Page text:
Artists | Issues | CD Reviews | Interviews | Concert Reviews | DVD/Video Reviews | Book Reviews | Who We Are | Staff | Home
Progressive Rock CD Reviews


En Concert

Review by Gary Hill

Hailing from France, this prog rock outfit does music a bit in the styles of UK, Genesis and others with a definite fusion tilt to it. The guitar on this album really steals the show in many places. Eclat is Alain Chiarazzo, Michel Isnard, Phillipe Troïsi, Thierry Massé and Fabrice Di Mondo.

This review is available in book format (hardcover and paperback) in Music Street Journal: The Early Years Volume 1 at

Track by Track Review
Beginning with keys, this instrumental introductory cut has some slight Eastern textures and at times flirts with the sounds of Genesis, UK and Hawkwind. It is quite dramatic and leads straight into the next cut.
Le Chemin Vers Les Nornes
With an intriguing texture and some juicy guitar riffing, this cut is off and running. After the intro, the keys begin to dominate until the vocals enter. This one is fairly slow and dramatic prog. Some solid progressive riffing takes the piece after a time, somewhat reminiscent of Yes' "Changes". Then a Wakeman-like keyboard section brings the cut into a nice instrumental break before returning to the song proper. The cut jumps in to high gear late and includes a smoking guitar solo and some harder edged prog elements. It then shifts gear again to a brief segment that feels a bit like Survivor or Asia. This segment gives way to an energetic instrumental break with more killer guitar work.
Great slow paced prog tones start this tune, and serve as a back drop for some awesome piano work. This is joined by some guitar stylings that seem to call to mind both Trevor Rabin and Steve Howe. The cut shifts into high gear for a time in a dramatic, but natural shift, again a bit in the mode of Rabin era Yes ala "I'm Running". This one is another with a great guitar solo.
Dramatic keyboard tones begin this cut. The other instruments join in, playing on this theme for the remainder of the intro. Then the track drops in intensity for a short time, then screams back out for a while before dropping back down again. It alternates between these two styles. After a time, the composition drops back to a more laid back section that moves through various modes before ending the number.
Starting with mysterious textures, guitar begins building in a style a bit like a cross between Steve Howe, Al Dimeola and David Gilmour. This mode makes up the first 4 or so minutes of the piece. Then a piano melody takes over, moving the cut into an almost traditional jazz mode for a short time. It then shifts gear again, building into a fairly straightforward prog groove. As this movement moves forward, the number also includes some definitely inspired guitar soloing. All in all, this is a very strong progressive rock instrumental.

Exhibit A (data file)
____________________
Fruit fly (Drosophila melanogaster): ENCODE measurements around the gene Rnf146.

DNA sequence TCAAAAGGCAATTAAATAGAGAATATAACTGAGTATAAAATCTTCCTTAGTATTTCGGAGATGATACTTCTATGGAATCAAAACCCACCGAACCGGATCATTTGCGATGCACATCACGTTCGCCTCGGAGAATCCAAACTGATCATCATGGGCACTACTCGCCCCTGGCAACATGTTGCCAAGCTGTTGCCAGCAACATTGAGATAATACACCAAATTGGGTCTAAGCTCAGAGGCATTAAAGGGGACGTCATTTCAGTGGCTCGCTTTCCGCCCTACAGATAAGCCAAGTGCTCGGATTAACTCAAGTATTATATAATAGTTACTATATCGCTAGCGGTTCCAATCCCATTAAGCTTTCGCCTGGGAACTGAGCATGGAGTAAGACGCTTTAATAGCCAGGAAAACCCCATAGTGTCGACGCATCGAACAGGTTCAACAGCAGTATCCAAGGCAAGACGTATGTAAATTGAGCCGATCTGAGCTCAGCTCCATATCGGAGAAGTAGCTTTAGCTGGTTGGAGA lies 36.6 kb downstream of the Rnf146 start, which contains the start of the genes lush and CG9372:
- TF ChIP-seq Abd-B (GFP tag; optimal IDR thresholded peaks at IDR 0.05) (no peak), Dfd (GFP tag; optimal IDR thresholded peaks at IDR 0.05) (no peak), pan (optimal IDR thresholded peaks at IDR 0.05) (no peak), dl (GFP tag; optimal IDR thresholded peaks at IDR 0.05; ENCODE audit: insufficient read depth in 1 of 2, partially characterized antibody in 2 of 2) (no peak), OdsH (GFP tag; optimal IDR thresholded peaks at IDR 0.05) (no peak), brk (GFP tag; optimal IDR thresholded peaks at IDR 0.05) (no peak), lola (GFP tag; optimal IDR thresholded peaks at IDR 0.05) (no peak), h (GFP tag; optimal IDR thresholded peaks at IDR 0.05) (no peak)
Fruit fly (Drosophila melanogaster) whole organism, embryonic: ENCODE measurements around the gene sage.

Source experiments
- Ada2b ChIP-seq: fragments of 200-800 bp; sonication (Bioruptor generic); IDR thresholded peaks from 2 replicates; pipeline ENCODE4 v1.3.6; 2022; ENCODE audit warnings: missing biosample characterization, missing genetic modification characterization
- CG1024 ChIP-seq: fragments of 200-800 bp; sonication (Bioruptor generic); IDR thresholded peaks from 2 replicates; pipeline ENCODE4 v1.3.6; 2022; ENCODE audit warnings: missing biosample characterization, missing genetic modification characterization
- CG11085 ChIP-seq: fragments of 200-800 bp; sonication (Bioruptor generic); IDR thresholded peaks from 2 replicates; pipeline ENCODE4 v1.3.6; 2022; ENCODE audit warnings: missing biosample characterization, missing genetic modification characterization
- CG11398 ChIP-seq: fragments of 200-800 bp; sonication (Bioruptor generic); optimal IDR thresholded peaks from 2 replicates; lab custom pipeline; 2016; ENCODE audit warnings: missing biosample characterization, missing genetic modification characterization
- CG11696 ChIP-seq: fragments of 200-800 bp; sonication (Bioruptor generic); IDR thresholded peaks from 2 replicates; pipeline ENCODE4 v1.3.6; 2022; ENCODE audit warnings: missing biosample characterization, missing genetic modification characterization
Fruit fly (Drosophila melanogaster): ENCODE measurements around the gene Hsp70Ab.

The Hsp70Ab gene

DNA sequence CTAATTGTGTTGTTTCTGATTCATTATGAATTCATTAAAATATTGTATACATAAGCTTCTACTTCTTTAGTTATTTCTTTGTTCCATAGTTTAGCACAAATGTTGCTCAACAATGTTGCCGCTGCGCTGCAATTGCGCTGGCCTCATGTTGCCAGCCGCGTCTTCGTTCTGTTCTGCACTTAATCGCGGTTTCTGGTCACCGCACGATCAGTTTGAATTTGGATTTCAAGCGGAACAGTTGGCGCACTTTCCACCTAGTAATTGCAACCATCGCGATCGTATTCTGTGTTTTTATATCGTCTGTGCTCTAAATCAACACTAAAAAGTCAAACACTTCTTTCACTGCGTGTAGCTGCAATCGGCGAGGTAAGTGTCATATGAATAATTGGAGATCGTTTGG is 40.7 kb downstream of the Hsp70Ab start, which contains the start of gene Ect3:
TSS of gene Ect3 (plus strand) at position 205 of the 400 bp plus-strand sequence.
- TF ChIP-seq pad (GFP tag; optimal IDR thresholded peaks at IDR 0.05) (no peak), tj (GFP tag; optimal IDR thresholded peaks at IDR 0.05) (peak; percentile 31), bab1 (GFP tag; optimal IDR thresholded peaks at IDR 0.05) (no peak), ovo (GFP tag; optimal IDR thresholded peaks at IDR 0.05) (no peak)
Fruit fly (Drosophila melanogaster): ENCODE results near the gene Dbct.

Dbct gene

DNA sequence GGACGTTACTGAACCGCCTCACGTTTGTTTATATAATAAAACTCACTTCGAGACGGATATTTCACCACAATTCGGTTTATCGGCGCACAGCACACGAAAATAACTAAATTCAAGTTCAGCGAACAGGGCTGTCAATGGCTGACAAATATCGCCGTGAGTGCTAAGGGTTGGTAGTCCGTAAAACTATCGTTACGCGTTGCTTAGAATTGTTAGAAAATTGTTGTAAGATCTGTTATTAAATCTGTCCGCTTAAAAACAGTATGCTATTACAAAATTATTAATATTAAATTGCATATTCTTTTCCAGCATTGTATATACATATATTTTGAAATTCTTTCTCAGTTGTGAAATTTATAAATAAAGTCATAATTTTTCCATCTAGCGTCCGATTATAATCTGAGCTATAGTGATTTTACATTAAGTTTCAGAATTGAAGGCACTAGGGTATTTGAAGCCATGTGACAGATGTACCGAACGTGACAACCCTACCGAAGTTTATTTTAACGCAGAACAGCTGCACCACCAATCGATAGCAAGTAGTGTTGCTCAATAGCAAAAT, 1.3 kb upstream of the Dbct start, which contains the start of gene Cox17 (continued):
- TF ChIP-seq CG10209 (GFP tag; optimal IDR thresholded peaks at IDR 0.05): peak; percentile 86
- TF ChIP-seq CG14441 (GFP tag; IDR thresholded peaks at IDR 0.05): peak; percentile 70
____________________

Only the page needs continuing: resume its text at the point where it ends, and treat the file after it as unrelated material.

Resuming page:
Enchanting piano begins the cut, then the guitar jumps in, carrying the sound in a new direction. From this point it does a major turn, becoming a fast paced and hard edged prog rocker. The song then drops down to just percussion and sedate keys and begins building from there in a slow and tasteful mode.
Playful circus/Russian sounding lines begin this cut. After this intro, it drops to a segment a bit reminiscent of Rush's "Xanadu". The piece begins progressing in its own directions from there as a slow tempoed prog rocker. An instrumental break grounded firmly in ethnic music ensues after a time. Then the cut moves back to the previous mode. Eventually a tasteful jazzy guitar solo erupts, followed by a great piano interlude. This section builds up from there moving back into a solid prog rock instrumental break. Next up is another guitar solo that moves the cut into a fusion oriented prog jam. After this extended jam, a brief piano solo pulls the tune into a playful circus oriented segment, then back to the main theme. A brief reprise of Circus sounds ends the track.
Sakura Sakura
Extremely brief (36 seconds), this is a Japanese melody.
Toujours Courir
Slow guitar tones start this cut, which then moves into a meandering fusion oriented mode. It then begins progressing in organic patterns, just building on its themes. This one gets very jazzy at times. This extended jam doesn't stray too far from its roots while still maintaining interesting movement and allowing all the musicians to solo. The bass solo is particularly strong.
This somewhat jazzy/somewhat neo classical piano solo is a bit in the mode of both Rick Wakeman and Keith Emerson, but still maintains a style of its own. This is quite an intriguing acoustic solo.
La Machine
A high-energy prog jam with both rock and roll and jazz stylings, this instrumental really rocks. The guitar work here, again, really stands out. This one feels a bit Yesish at times, and a bit like Rush at others. It also includes some eastern stylings. This is one of the strongest tracks on the disc and a great way to end.
More CD Reviews
Metal/Prog Metal
Progressive Rock

   Creative Commons License
   This work is licensed under a Creative Commons Attribution 3.0 United States License.

    © 2024 Music Street Journal                                                                           Site design and programming by Studio Fyra, Inc./